The Man with Bogart's Face

The Man with Bogart's Face (also called Sam Marlowe, Private Eye) is a 1980 American comedy film, released by 20th Century Fox and based on a novel of the same name. Andrew J. Fenady, author of the novel, produced the film and wrote the screenplay.

The Man with Bogart's Face
The Man with Bogart's Face.jpg
US film poster
Directed byRobert Day
Screenplay byAndrew J. Fenady
Based onThe Man with Bogart's Face
by Andrew J. Fenady
Produced byAndrew J. Fenady
StarringRobert Sacchi
Franco Nero
Michelle Phillips
Olivia Hussey
Misty Rowe
Victor Buono
Sybil Danning
Herbert Lom
CinematographyRichard C. Glouner
Edited byHouseley Stevenson Jr.
Music byGeorge Duning
Production
company
Distributed by20th Century Fox
Release date
  • October 3, 1980 (1980-10-03)
Running time
106 minutes
CountryUnited States
LanguageEnglish
Budget$4 million[1]

Plot summaryEdit

A man calling himself Sam Marlowe (Robert Sacchi) has his face altered to resemble that of his idol, Humphrey Bogart, and then opens a detective agency. At first he and his secretary Duchess (Misty Rowe) have meager business, but things pick up after a shooting puts Sam's picture in the paper. Some ruthless people, who are coincidentally also similar to characters in Bogart films (and played by Victor Buono, Herbert Lom, and Michelle Phillips), are after a priceless set of blue sapphires called the Eyes of Alexander (from a statue of Alexander the Great), and Marlowe and Duchess are caught in the middle of it all.

CastEdit

Original novelEdit

The film was based on the debut novel by Andrew J. Fenady who wrote it in long hand over 23 days. Fenady had been writer and producer of television shows and movies for 30 years and was always interested in turning it into a film.[1]

In June 1976 it was announced that Fenady's book would be published next January and that a film version would follow.[2] "Whatever the author had in mind does not come off very well," wrote the book critic of The New York Times, adding "the conception and writing are pretty sophomoric."[3] The Los Angeles Times said Fenady "writes well".[4]

The book was popular enough for a sequel The Secret of Sam Marlow: The Further Adventures of the Man with Bogart's Face.[5]

ProductionEdit

Fenday took the film to Mel Simon who agreed to provide $4 million.[1] Fenady says he wound up not needing all that money and returned $400,000 to Simon. "I'm a Depression baby, I don't believe in wasting money," he said.[1]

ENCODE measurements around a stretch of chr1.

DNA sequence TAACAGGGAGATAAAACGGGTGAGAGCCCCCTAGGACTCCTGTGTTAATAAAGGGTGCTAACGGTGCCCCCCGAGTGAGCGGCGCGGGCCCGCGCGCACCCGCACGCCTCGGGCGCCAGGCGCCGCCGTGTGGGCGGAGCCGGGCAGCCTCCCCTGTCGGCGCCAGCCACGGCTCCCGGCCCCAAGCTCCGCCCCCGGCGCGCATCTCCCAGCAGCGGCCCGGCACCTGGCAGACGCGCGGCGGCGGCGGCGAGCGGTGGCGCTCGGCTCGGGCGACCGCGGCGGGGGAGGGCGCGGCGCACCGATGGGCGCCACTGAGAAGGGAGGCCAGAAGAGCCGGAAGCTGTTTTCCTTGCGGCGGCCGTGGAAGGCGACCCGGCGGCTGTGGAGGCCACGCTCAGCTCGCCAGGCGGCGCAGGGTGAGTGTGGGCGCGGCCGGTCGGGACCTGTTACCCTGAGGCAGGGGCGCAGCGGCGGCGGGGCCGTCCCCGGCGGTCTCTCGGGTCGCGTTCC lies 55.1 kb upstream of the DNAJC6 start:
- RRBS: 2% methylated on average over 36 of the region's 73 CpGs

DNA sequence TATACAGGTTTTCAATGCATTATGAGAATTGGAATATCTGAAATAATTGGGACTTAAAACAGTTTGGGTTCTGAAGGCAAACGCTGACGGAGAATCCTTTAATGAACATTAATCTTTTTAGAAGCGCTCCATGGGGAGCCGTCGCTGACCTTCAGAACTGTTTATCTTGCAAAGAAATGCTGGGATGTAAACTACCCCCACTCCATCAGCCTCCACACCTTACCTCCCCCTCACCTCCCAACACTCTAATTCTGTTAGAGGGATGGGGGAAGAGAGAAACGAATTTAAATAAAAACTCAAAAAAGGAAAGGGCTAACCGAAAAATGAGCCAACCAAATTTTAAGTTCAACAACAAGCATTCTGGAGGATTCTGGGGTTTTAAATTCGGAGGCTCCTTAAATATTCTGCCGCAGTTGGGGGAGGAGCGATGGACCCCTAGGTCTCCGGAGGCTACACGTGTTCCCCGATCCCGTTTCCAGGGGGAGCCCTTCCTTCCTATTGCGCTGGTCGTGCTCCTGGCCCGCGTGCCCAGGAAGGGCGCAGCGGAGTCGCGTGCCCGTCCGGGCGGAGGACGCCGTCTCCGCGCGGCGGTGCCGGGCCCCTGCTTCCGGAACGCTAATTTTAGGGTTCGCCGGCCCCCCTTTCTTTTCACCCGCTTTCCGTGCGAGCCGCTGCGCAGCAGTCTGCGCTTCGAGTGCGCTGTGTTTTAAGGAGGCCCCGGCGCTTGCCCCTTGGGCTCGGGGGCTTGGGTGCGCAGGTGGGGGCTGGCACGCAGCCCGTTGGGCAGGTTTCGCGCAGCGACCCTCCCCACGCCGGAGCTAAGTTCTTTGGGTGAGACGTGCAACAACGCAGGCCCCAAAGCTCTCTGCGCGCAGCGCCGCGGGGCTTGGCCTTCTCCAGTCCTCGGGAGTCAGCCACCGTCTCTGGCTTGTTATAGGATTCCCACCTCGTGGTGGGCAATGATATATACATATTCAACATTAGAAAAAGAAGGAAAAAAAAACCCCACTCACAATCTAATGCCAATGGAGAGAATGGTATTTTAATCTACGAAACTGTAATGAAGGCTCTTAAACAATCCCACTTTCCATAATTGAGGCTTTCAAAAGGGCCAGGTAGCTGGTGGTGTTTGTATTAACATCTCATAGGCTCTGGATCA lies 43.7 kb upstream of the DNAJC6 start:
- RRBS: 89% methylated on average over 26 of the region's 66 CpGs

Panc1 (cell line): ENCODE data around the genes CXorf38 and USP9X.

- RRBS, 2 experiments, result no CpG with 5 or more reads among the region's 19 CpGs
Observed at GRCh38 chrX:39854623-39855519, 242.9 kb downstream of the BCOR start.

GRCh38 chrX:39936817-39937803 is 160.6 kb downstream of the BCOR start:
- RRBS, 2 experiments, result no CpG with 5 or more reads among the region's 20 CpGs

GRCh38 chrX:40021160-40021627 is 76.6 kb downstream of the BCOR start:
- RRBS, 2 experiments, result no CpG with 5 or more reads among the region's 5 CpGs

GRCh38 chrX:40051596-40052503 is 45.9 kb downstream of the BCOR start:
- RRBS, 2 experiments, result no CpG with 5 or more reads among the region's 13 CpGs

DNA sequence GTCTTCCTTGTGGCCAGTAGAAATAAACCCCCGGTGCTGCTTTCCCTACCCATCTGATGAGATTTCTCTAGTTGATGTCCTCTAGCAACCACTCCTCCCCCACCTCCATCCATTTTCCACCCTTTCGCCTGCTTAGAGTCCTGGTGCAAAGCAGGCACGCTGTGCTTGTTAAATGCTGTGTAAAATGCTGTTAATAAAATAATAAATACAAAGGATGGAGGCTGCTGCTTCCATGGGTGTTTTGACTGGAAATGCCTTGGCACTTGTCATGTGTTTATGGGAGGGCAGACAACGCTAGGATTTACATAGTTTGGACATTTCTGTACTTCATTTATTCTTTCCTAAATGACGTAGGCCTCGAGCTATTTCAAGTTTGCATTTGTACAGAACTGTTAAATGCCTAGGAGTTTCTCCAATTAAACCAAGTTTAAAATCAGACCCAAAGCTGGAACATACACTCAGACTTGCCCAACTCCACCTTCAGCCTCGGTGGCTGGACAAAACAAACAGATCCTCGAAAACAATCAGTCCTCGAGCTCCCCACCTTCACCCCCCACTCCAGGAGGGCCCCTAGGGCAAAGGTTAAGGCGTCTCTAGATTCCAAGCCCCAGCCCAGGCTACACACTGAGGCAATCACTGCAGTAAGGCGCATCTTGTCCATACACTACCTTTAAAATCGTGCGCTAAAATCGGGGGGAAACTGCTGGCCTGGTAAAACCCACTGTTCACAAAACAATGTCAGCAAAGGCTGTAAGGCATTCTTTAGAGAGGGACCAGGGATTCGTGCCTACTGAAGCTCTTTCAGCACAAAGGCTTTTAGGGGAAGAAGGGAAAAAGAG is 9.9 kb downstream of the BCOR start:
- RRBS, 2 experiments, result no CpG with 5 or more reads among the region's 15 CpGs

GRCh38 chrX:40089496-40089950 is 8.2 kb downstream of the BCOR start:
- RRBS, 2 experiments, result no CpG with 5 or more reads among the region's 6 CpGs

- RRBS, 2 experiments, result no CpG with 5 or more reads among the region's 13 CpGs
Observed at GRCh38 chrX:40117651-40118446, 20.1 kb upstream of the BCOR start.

The film was made in May 1979 with independently raised finance from Melvin Simon Productions.[6] In September 1979, when the movie was in post production, 20th Century Fox agreed to pick up all Melvin Simon's movies made in 1979 and 1980 in a deal worth an estimated $10 million.[7][8] They had a fifty percent interest in Bogart, meaning Fox paid Simon $2 million.[1][9]

Star Robert Sacchi was noted for his resemblance to Bogart, and had appeared as Bogart in various roles for over a decade, including various commercials, a Broadway production of Play It Again Sam. He had toured America for four years in a one man show Bogie's Back. "I'm just a working guy trying to make an honest living," he said. "I look the way I do and I always have, and there's not much I can do about it. I never had plastic surgery or wore makeup to look like Bogie."[10]

Fenady said he cast another actor in the role until Sacchi walked in, after which the producer "went into shock. Bob doesn't need to do an impersonation. The physical impact is enough. When he began talking, I knew I had Bogart."[11]

During the filming of one scene, a boat hit John Wayne's converted minesweeper.[12]

It was the last film for George Raft.[13]

ReceptionEdit

The film debuted at the 1980 Cannes Film Festival and was released in Europe before debuting in the US.[1]

The New York Times called it "an intelligent, amiable and often amusing spoof of Humphrey Bogart and the roles he played" although "everyone is so cool that there are moments when the picture seems about to drift off the screen."[14]

NotesEdit

Home mediaEdit

The film was released on DVD by Image Entertainment on July 10, 2007.

ReferencesEdit

  1. ^ a b c d e f Tom Buckley (August 15, 1980). "George Segal sheds light on light comedy". The New York Times. p. C6.
  2. ^ Lochte, Dick (June 27, 1976). "Book notes: MacLean brews a potboiler". Los Angeles Times. p. l2.
  3. ^ Newgate Callendar (February 27, 1977). "Criminals At Large". The New York Times. p. 238.
  4. ^ Kirsch, Robert (May 13, 1977). "The Book Report: A Collage of Fiction Eyes". Los Angeles Times. p. g8.
  5. ^ Lochte, Dick (November 2, 1980). "Book notes: John O'Hara: still on the scene". Los Angeles Times. p. 2.
  6. ^ Schreger, Charles (May 16, 1979). "Film Clips: Gasoline: Box Office Star". Los Angeles Times. p. g12.
  7. ^ Aljean Harmetz (September 14, 1979). "Fox Plans To Handle Simon Films: Distribution Pact Covers 1979-80 A Spoof of Zorro". The New York Times. p. D5.
  8. ^ Grove, Martin A. (July 20, 1980). "Movies: At titanic cost, new prop sails on film". Chicago Tribune. p. d32.
  9. ^ Aubrey Solomon (1989). Twentieth Century Fox: A Corporate and Financial History. Scarecrow Press. p. 259.
  10. ^ Davis, Igor (April 2, 1980). "Bogart lookalike 'shweetheart' of Hollywood". The Globe and Mail. Toronto, Ontario, Canada. p. 13.
  11. ^ Vernon Scott (June 20, 1979). "Sacchi Plays It Again". The Washington Post. p. D7.
  12. ^ "John Wayne's Ship Hit Near Catalina". Los Angeles Times. June 5, 1979. p. oc_a3.
  13. ^ Vagg, Stephen (February 9, 2020). "Why Stars Stop Being Stars: George Raft". Filmink.
  14. ^ "Film: 'Sam Marlowe,' Nostalgic Look at the Private-eye Genre: [Review]". The New York Times. October 3, 1980. p. C8.
  15. ^ Wilson, John (2005). The Official Razzie Movie Guide: Enjoying the Best of Hollywood's Worst. Grand Central Publishing. ISBN 0-446-69334-0.

External linksEdit